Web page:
After their marriage in 1883, “Ebby” followed George up to Parsonstown, Kings County where my great-aunt Sophie, was born. It is interesting that she did not go home to have her children but perhaps her youngest sister Sophie came to help her, hence the naming of the baby. I am quite certain that George was a bookkeeper for the estates. His son’s ship’s record states that he is a bookkeeper. Parsonstown, now Birr, was an elegant market town known for it’s Georgian architecture.

The birth of Sophie was followed in 1896 by that of William Henry, in 1888 by George Holmes Jr., who was born at Woodlands, Parsonstown. There were reports of William dying of typhus when he was young but I have not found an appropriate death record for him. Then the family moved to Ollatrim, down the road from Dublin, where Richard Walker, my grandfather was born at Carraway, in 1890. In 1893, Ebby had a little boy, Evan who died within a year.  In the previous year, her mother had died, and in the same year her sister Sarah died of puerperal fever right after Evan .

Shortly after that Ebby had a little girl, Evelyn baptized in May 1894. Then in 1896 Ebby  died from an embolism (blood clot), commonly occurring during pregnancy. The duration of illness was 4 hours so one wonders if she didn’t die during childbirth. The family story is that she was buried with twins in her arms. She died at Curraghaneety, Toomevara in Tipperary. Below is her obituary from the Nenagh Guardian.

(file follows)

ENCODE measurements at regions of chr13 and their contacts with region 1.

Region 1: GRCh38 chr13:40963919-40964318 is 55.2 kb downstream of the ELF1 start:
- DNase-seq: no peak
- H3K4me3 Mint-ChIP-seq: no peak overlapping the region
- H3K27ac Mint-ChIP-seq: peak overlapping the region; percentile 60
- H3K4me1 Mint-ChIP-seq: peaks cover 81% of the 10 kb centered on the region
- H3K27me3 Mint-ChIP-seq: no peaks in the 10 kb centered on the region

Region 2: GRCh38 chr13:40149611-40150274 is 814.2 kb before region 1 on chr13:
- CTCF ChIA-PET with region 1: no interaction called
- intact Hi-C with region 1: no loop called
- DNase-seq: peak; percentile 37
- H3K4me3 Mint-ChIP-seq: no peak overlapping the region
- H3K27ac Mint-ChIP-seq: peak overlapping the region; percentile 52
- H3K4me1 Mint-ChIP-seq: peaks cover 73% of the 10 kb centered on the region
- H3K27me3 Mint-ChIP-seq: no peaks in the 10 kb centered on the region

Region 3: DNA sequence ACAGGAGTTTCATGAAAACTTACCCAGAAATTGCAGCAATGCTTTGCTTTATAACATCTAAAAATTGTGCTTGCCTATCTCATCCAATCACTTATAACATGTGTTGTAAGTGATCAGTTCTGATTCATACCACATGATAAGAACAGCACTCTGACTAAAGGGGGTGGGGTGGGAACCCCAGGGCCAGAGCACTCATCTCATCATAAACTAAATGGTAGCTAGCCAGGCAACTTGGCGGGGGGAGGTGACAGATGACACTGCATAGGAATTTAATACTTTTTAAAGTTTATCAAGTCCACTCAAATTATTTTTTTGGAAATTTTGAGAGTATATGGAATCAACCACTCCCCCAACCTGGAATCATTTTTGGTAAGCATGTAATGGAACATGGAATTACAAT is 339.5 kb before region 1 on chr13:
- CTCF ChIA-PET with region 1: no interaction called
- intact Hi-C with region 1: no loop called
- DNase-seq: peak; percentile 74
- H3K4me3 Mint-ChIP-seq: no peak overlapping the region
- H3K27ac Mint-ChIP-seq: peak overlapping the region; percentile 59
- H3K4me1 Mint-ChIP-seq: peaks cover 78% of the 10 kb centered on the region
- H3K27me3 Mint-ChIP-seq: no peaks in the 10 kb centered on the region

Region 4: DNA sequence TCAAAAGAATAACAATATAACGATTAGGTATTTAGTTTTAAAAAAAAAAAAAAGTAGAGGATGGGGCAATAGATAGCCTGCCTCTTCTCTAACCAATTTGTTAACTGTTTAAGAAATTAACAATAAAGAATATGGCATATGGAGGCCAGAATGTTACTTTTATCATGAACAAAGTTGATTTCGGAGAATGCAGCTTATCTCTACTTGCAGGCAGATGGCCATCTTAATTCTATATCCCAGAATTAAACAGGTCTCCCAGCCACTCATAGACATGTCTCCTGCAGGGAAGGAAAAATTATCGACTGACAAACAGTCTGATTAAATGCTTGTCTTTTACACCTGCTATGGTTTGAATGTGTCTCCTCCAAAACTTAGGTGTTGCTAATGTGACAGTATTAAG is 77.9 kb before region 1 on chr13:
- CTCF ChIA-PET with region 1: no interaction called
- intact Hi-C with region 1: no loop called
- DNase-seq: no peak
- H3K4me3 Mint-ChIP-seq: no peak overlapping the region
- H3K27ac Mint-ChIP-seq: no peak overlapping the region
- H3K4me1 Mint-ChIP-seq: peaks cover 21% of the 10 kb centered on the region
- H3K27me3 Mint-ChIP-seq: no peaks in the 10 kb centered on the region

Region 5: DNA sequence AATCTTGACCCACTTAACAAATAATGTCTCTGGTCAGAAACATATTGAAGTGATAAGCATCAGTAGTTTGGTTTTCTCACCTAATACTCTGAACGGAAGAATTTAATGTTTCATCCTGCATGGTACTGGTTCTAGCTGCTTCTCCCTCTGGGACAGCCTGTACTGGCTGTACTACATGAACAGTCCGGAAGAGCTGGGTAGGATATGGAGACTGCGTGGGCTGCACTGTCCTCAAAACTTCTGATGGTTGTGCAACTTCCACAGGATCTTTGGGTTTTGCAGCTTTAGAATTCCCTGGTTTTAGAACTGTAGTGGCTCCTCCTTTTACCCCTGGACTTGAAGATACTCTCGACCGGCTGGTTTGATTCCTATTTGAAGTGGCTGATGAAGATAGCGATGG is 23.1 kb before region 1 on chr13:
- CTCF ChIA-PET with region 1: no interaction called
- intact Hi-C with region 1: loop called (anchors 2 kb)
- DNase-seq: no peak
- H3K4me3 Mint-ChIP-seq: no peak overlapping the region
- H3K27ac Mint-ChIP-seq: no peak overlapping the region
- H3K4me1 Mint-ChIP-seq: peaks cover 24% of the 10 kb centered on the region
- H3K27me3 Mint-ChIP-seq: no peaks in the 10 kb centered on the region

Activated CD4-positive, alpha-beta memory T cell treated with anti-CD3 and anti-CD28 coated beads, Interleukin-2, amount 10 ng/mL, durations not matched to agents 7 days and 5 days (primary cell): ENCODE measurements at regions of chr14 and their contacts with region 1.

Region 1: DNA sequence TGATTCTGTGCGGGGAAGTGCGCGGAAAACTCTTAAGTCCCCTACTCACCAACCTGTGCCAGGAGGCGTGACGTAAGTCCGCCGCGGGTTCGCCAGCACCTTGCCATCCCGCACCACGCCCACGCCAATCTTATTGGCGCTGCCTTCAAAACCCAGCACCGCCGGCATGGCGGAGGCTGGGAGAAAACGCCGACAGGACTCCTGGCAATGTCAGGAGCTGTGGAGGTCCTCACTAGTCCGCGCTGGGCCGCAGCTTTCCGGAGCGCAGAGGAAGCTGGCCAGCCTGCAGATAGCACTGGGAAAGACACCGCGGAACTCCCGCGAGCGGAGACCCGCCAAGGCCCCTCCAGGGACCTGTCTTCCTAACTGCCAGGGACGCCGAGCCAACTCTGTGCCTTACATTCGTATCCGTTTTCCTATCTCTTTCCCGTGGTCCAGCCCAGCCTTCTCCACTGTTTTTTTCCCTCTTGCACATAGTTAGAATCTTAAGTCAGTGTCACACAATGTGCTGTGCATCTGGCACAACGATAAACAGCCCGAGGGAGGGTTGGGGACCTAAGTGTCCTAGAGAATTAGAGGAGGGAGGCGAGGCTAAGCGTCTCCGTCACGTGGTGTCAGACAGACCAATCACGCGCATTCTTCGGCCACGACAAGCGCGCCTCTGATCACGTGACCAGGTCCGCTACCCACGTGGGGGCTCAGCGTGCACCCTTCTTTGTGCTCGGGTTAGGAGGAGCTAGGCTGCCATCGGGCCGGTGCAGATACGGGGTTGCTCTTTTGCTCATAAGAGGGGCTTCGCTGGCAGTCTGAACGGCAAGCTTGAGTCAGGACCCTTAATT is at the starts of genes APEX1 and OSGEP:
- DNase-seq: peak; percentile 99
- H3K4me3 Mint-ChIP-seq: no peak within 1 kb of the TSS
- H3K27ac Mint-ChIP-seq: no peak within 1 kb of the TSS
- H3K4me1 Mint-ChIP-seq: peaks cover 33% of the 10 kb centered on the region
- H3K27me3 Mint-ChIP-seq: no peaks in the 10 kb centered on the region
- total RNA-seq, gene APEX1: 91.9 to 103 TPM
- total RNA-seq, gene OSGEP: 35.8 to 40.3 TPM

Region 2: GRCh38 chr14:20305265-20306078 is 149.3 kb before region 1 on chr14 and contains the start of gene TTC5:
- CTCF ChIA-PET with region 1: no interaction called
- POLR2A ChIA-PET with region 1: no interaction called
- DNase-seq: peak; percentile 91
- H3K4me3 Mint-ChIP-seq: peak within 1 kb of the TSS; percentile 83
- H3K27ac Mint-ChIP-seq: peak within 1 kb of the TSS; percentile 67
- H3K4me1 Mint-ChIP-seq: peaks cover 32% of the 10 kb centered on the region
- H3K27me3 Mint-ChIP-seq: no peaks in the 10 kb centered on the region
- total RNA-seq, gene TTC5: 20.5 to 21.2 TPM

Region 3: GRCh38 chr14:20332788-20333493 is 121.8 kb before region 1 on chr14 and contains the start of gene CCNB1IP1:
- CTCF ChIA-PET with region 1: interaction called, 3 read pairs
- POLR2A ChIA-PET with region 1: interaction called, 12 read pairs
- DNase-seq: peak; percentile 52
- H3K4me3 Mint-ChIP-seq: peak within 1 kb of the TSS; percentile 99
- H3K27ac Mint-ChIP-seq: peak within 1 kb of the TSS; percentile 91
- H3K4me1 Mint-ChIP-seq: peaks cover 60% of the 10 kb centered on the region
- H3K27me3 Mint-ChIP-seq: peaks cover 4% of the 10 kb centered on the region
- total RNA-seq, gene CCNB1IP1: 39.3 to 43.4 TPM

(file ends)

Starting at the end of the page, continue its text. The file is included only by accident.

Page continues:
Nenagh Guardian, Weds Aug 2nd 1896.
Deaths :On the 31st July, at Curraghaneety, Elizabeth (Ebby) the dearly beloved wife of George Phillips, aged 35 years. Deceased was interred in Ballycormack (now Borrisnafarney Church of Ireland) churchyard on Sunday last, the funeral being attended by a large number of the gentry and farmers of the district.

 A few years later, in 1899, George, died of typhus in Moneygall.    

Elizabeth

Things pick up a bit when we get to my great-grandmother, Elizabeth McDowell, better known as “Ebby” Below with her husband, George Holmes Phillips

Elizabeth and George Phillips c.1885

Elizabeth and George Phillips c.1885

We know that the only son in the family had died in 1863. He was just two years older than Elizabeth. She would have attended school at the Presbyterian Manse with the other children and lived that busy life with the rest of the girls in the family. On September 12, 1883, she married George Holmes Phillips with the good Reverend Holmes abiding.
As closely as I can tell, George came from a family in Oakhampton, Newport, Tipperary who were land agents for Lord Bloomfield. There are no birth records for his date of birth, c.1858 but I have found his name and his sons names in this family, that is , Evan, George, Richard and Harry. My great uncle George was registered at Kings Hospital School in Dublin with his father’s occupation as “clerk in a land agents office”. Close enough for the time being. George’s occupation kept him and Elizabeth on the move up  along the road to Dublin  to Parsonstown, Kings County, now Birr, Offaly.